Yucca Mountain: Time to Think the Unthinkable

by David Comarow, December 8, 2001

Testimony presented at U.S. Department of Energy Public Hearing


Two hundred and twenty-five years ago, we fought for and won our independence with muskets, one lead shot at a time. In the past couple of months, we have watched, in real-time, bunker-busting/cave-busting bombs penetrating the solid rock of mountains tens or hundreds of feet to blow up people and munitions.

We have come a long way in a very short time indeed. But 225 years is nothing regarding the slow transmutation of Uranium 235 to lead. The half-life of Uranium 235 is 704 million years. The half-life of plutonium 239, arguably the most toxic substance known to humankind, is 24,000 years. A billionth of an ounce of Plutonium will kill you if you inhale it. A piece of Plutonium, the size of a nickel, could kill a million people if adequately distributed.

Bunker-busting bombs. What a concept. When Yucca Mountain was first picked to “study” about 15 or 20 years ago, no one ever heard of “bunker-busting bombs.” It was unthinkable that someone could shoot an explosive-laden projectile into solid rock and concrete and have it blow up tens or even hundreds of yards within.

We have learned lately that many unthinkable things are only incomprehensible because we like to believe that all humans are rational and hold the same vital things.

What is unthinkable? That there might be, in the next, say 1000, 2000, 24000 years, a person who has the charisma and psychopathology of Osama bin Laden, Timothy McVeigh, Pol Pot, Adolph Hitler, Charlie Manson — all combined, and access to technology like bunker-busting bombs. What is unthinkable? — That they would use such technology to penetrate Yucca Mountain? Or that they could? Or that we couldn’t prevent it?

None of that is impossible, and therefore none of that is unthinkable. We are not talking about the short-term or even long-term economic prosperity of Las Vegas. We are talking about nothing less than the survival of the human race. Lest you dismiss this as just more fanatic hyperbole, let this be a reality check: Yucca Mountain will hold all of the high-level nuclear waste ever produced from every nuclear power plant in the U.S. – with about 10% additional defense waste — some 77,000 tons. The danger of getting it here aside for a moment, the amount of radioactivity and energy to be stored in one place, under that relatively tiny little bump in the desert, is quick enough to contaminate and sterilize the entire biosphere. Is that unthinkable? No. If it is possible, it is thinkable.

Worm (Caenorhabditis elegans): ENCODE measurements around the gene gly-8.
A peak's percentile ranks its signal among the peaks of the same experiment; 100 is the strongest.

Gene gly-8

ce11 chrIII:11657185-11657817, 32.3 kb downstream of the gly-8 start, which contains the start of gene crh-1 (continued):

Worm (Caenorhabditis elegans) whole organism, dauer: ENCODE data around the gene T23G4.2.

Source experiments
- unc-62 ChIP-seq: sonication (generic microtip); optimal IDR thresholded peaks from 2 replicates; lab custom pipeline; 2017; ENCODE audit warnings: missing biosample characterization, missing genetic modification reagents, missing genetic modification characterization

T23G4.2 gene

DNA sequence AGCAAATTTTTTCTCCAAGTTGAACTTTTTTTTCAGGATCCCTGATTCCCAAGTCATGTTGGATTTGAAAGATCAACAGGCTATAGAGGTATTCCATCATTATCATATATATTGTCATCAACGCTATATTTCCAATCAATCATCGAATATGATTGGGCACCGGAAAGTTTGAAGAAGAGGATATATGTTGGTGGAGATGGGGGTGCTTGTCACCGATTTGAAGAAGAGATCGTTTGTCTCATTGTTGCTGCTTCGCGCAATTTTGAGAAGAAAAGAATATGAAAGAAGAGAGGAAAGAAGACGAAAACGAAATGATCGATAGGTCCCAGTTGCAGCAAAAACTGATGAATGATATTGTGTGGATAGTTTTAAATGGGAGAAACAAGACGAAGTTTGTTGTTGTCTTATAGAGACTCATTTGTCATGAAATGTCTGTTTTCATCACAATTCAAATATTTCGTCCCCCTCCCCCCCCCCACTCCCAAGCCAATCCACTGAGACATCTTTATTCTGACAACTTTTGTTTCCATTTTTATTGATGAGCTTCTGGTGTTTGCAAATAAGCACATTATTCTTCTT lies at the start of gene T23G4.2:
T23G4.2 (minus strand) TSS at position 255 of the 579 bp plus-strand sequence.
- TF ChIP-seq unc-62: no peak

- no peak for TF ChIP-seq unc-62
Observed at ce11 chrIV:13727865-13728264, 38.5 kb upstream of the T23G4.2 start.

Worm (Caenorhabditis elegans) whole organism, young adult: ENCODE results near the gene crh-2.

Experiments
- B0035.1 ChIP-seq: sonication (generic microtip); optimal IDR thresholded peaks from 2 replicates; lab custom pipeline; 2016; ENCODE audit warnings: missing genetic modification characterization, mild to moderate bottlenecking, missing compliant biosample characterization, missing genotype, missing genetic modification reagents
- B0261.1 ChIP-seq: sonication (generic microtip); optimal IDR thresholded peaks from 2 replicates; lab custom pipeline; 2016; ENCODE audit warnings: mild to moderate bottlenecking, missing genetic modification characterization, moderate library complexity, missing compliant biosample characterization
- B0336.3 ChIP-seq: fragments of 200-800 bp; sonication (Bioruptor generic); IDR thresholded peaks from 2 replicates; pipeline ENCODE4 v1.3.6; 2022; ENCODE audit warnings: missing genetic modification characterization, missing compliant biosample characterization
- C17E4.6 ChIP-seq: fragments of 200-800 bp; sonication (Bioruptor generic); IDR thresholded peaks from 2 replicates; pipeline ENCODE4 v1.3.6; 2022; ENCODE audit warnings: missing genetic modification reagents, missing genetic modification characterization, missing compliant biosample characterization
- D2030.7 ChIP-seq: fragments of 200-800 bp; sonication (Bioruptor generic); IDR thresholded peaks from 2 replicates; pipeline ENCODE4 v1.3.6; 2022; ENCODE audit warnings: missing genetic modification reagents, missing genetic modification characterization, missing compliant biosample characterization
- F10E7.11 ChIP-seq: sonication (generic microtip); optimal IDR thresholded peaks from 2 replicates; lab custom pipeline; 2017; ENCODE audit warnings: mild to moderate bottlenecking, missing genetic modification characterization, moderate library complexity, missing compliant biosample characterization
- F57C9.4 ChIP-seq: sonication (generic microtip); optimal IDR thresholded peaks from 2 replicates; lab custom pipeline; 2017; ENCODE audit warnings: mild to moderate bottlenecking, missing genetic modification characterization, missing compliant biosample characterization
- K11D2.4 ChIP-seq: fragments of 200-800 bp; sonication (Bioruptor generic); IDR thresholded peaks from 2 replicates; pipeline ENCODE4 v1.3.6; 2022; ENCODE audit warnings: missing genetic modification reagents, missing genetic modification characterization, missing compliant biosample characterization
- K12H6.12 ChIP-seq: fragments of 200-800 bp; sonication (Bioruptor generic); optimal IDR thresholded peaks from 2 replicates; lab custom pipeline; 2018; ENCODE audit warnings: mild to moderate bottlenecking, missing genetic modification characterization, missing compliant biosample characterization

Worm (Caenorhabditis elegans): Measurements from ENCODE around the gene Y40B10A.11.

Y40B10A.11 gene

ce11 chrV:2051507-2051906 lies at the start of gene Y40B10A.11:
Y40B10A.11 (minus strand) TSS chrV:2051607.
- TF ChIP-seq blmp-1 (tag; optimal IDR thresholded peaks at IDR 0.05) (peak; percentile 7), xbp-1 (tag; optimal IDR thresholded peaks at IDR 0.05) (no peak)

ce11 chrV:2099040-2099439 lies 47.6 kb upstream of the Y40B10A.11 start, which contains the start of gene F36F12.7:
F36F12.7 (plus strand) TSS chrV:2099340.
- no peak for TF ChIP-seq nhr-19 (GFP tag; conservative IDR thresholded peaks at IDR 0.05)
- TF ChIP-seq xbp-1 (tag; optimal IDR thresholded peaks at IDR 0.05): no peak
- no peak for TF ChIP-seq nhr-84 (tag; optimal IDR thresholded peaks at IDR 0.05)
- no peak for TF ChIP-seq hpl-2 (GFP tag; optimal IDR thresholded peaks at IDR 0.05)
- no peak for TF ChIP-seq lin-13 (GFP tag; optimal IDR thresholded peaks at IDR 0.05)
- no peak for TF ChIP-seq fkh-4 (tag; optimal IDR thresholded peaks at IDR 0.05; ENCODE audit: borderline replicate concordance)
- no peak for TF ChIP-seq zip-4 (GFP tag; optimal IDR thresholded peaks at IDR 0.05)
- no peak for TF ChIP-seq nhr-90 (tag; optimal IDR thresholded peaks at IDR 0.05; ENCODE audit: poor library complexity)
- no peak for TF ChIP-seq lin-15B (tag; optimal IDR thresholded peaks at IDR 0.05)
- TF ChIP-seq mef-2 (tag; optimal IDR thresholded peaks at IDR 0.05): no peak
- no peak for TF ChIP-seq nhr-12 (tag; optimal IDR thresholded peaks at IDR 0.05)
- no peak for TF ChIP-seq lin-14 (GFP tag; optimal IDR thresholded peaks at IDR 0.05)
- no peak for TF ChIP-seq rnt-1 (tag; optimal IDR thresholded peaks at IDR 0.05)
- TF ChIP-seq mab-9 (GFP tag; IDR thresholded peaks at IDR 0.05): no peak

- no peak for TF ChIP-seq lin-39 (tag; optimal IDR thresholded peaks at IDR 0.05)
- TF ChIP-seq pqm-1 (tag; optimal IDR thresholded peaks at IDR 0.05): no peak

When discussing these types of risks, risks that can endanger entire segments of our population, let alone the whole earth, then the risk analysis must go into higher gear. It is not enough to merely calculate the risks as “extremely low” – because there is no “low enough” when the consequences are so explosive. For example, we accept certain risks, which are relatively high – 50,000 traffic deaths per year, But as terrible as those deaths and injuries are, they do not imperil our culture, nation, or the survival of the human race. We are less willing to accept such risks when the consequences happen simultaneously — plane crashes, for example. That is our human nature. We are eager to spend much more to lower the risk of death in groups than chronic deaths spread over time and space. As a people, as caretakers for future people, we cannot create unnecessary catastrophic risks like biosphereicide, the agonizing death of billions.

What will our present-day muskets–bunker-busting bombs, nuclear-tipped cruise missiles, and the like–what will they evolve into 225 years from now? 2000 years from now? 24000 years from now? Does anyone think this piece of rock will prevent the future Timothy Osama bin Hitlers of the world from making it their purpose to breach that fortress?

It is time we start thinking about the unthinkable because someone else is doing it too. Imagine the Timothy McVeighs of the future, flying practice bombing runs at the Nellis Test Range with more extensive, better-bunker-busting bombs. How’s this for a political statement?: Punch a hole in America’s most dangerous stockpile – the legacy of decades of the promise of nuclear power – “too cheap to meter.”


And what else is unthinkable? That Natural processes will breach the containment?

In several hundred thousand years, the waste at Yucca Mountain will still be deadly. Twenty-four thousand years ago, the Nevada test site was underwater. In 1992, a 7.4 magnitude earthquake in Landers, California, 190 miles from Yucca Mountain, caused water in a test well to rise 3.6 feet. Twenty-two hours later, a magnitude 5.6 earthquake at Little Skull Mountain, about 12 miles from Yucca Mountain, caused groundwater to rise 1.3 feet in one test well. Credible geologic studies from the University of Colorado and elsewhere suggest that the groundwater within Yucca Mountain has increased in the recent geologic past and could rise again.